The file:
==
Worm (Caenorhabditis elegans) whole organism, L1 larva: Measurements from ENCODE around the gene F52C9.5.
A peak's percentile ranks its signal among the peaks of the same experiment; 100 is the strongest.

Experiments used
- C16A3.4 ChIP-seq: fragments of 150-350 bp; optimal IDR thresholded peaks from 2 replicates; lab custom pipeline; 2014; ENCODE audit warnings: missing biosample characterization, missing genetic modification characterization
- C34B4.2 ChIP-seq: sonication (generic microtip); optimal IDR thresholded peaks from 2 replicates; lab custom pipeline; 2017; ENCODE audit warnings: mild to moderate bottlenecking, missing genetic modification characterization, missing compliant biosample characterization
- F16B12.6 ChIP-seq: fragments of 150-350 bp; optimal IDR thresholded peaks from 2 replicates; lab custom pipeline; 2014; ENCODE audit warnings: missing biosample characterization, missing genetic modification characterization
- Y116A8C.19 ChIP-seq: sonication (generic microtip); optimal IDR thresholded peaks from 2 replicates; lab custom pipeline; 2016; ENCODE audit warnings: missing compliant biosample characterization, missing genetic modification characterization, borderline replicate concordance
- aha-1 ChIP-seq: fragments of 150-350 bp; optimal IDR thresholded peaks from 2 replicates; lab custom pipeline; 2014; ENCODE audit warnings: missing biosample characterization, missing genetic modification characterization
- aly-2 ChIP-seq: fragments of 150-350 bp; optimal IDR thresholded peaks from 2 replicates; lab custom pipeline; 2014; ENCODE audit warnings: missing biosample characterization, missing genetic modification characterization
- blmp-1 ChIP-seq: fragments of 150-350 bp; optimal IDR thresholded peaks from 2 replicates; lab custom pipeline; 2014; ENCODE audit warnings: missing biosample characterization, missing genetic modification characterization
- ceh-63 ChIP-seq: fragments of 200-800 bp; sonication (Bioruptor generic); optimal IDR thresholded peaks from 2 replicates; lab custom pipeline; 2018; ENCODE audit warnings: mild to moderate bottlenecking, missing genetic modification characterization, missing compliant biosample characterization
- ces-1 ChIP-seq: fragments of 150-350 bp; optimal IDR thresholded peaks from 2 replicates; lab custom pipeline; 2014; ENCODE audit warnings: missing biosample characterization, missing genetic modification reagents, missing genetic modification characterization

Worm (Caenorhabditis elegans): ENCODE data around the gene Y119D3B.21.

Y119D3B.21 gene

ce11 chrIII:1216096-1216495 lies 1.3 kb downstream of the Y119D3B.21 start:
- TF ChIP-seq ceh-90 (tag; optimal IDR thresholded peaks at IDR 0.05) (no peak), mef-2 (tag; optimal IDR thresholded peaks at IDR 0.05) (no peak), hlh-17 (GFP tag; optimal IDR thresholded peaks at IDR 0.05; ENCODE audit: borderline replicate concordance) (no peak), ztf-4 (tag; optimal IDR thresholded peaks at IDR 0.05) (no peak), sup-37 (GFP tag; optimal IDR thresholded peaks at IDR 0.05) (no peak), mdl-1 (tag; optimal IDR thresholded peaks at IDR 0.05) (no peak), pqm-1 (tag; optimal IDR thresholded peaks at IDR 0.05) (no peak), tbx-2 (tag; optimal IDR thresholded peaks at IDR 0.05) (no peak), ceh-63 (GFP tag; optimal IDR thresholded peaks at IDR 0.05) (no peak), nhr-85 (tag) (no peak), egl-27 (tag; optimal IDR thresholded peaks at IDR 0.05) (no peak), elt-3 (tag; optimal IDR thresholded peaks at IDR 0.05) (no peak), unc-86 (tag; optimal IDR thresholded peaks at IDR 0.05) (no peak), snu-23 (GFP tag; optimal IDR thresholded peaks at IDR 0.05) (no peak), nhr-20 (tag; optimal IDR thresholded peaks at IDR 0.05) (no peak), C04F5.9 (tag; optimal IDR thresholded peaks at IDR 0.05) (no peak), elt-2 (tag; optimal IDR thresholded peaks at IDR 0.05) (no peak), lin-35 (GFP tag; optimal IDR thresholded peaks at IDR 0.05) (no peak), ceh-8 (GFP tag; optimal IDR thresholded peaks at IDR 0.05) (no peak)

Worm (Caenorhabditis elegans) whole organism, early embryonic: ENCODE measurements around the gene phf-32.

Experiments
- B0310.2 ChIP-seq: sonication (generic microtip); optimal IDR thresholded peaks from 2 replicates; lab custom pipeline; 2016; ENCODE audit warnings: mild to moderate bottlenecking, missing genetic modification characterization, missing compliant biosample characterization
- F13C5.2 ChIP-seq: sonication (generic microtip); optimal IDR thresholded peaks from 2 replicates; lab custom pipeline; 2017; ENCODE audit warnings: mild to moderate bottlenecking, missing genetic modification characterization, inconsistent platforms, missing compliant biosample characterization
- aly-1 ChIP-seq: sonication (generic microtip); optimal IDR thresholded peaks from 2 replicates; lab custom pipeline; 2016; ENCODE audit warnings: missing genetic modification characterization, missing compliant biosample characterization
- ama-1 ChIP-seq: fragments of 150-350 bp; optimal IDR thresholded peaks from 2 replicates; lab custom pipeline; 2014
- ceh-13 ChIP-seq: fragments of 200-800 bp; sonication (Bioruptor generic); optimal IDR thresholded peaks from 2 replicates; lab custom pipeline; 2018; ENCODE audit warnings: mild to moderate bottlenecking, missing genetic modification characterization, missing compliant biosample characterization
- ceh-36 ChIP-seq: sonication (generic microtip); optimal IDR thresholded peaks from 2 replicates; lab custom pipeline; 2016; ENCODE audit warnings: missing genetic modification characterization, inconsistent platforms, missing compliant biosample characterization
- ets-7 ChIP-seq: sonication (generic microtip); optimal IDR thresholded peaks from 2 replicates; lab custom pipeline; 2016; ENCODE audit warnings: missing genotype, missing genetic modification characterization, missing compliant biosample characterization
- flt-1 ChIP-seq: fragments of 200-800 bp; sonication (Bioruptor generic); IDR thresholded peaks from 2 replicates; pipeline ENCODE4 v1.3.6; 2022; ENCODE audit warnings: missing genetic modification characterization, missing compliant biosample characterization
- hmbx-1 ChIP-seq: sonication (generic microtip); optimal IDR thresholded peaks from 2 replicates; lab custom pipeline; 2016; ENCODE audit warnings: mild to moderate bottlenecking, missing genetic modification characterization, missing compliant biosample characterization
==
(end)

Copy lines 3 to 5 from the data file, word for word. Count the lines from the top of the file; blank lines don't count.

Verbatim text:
Experiments used
- C16A3.4 ChIP-seq: fragments of 150-350 bp; optimal IDR thresholded peaks from 2 replicates; lab custom pipeline; 2014; ENCODE audit warnings: missing biosample characterization, missing genetic modification characterization
- C34B4.2 ChIP-seq: sonication (generic microtip); optimal IDR thresholded peaks from 2 replicates; lab custom pipeline; 2017; ENCODE audit warnings: mild to moderate bottlenecking, missing genetic modification characterization, missing compliant biosample characterization